In a letter to Jewish journalist Herman Bernstein, the inventor explained his views in more detail.  “. . . the fact is that the military group that rules Germany had brains enough to take the advice of the great Jewish bankers and business men, and gave the captains of industry a free hand, thus enabling them to build up the power of modern Germany.”[14]  Edison credited Jews for the “. . . quick commercial rise of Germany,” but whether or not he blamed them for World War I is open for interpretation.[15]  However, Edison’s comments demonstrate how much he was influenced by the stereotypes of Jews in business.

According to Foxman, it was a common myth that Jews were wealthy “thanks to their innate abilities.”[16]  Edison wrote in a 1911 letter that the Jew “…has acquired a sixth sense, which gives him an almost unerring judgment in trade affairs.”[17]  Another myth covered by Foxman was that Jews will try to accumulate wealth “by any means necessary.”[18]  Edison wrote in 1911, “I wish they [Jews] would all quit making money.” This particular sentence was crossed out and did not appear in the final draft of the letter but still offered insights into the inventor’s thinking.[19]  Foxman also discussed the myth that “Jewish tradition holds that it is acceptable to exploit and even cheat non-Jews.”[20]  Edison mentioned in a 1917 letter that he was “compelled to pay the Jews 4 times the price for diamonds…” that he needed.[21]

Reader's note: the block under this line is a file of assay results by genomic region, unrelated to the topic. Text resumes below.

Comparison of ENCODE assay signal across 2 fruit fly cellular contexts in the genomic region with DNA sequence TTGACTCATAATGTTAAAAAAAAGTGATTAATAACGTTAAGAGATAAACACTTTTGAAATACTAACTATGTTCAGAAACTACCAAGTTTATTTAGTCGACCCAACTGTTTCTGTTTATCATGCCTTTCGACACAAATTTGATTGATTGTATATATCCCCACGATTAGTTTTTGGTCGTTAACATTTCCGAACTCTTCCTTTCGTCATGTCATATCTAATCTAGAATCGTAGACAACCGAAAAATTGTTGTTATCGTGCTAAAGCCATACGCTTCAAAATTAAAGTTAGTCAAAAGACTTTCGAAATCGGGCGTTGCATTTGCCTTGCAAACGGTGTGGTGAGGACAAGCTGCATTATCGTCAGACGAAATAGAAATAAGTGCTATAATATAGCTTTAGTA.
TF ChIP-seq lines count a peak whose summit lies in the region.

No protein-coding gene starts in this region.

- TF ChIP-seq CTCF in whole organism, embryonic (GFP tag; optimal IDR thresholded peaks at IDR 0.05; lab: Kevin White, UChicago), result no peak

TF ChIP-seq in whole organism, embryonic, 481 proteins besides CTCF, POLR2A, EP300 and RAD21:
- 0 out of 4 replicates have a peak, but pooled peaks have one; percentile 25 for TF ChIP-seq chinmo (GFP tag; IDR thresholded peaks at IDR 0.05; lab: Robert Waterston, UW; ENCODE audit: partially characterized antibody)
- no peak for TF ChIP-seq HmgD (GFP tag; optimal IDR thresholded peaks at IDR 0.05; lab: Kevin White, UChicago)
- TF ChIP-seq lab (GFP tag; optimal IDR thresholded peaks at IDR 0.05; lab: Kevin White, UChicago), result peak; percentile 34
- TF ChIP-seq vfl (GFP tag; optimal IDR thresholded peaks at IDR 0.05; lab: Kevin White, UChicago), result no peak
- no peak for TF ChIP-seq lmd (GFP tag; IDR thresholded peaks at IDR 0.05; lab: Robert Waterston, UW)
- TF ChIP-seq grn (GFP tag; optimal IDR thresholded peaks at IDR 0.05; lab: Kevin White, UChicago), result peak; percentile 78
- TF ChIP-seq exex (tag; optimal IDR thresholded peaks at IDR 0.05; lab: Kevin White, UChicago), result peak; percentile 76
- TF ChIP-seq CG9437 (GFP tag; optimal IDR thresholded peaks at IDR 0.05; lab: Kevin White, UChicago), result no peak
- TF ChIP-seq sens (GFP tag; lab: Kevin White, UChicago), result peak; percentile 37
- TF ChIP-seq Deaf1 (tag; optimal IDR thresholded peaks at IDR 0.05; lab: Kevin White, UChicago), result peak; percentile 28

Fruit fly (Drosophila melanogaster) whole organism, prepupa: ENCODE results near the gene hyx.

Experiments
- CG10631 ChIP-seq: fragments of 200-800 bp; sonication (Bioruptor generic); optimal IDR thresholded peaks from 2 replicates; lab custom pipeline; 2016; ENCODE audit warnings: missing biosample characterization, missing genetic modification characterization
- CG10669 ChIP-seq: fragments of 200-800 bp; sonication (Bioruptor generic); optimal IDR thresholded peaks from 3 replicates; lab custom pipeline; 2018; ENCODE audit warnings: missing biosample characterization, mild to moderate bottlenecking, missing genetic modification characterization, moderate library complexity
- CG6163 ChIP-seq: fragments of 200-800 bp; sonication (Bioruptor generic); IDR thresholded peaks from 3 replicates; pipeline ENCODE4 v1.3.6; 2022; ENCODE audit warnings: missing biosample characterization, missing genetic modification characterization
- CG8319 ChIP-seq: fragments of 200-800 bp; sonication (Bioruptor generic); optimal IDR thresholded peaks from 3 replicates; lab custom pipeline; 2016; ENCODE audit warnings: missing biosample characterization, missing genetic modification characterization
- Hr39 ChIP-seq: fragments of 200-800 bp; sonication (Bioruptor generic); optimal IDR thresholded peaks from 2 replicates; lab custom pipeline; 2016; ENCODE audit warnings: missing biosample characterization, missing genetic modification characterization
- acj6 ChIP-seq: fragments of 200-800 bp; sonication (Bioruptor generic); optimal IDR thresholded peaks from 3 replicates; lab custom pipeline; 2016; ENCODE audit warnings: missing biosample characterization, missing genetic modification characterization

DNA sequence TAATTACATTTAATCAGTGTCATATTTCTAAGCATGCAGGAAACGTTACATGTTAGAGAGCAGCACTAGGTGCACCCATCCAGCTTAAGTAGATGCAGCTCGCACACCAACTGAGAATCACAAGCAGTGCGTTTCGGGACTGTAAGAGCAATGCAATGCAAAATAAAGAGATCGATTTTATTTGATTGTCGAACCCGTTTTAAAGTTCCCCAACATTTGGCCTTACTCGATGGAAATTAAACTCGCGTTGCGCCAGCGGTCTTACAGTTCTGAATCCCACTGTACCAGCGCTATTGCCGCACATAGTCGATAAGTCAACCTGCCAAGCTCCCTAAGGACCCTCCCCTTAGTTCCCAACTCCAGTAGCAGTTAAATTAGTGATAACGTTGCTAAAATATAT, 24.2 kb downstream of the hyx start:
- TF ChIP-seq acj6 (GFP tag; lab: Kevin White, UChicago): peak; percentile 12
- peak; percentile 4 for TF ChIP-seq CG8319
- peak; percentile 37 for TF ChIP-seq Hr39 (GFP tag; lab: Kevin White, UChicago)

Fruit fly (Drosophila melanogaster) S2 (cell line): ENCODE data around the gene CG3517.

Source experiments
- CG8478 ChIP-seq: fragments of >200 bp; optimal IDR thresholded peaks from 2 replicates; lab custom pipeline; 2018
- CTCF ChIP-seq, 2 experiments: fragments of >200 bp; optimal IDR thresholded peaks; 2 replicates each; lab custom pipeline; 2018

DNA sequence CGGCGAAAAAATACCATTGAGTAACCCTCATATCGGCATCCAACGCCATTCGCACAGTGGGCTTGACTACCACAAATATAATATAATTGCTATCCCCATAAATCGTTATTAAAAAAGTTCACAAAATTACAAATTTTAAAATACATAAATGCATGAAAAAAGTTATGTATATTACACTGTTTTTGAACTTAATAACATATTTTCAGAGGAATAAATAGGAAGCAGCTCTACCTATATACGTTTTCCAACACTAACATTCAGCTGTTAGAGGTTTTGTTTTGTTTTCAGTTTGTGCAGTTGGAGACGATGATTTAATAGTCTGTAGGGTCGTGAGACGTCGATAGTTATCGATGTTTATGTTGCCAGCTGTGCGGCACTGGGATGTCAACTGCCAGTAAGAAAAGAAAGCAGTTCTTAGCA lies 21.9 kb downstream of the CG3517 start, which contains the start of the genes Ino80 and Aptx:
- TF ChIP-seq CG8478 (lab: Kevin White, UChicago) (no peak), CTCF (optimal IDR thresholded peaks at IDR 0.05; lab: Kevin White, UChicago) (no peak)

There is no question that the inventor made some anti-Semitic comments, but he also expressed opposition to Jewish persecution and considered that to be the cause of their business practices.  He wrote in 1911, “The trouble with him [the Jew] is that he has been persecuted for centuries by ignorant, malignant bigots and forced into his present characteristics . . .” Edison believed that in America where the Jew has freedom, “…in time he will cease to be so clannish” and not take advantage of others in the business world.[22]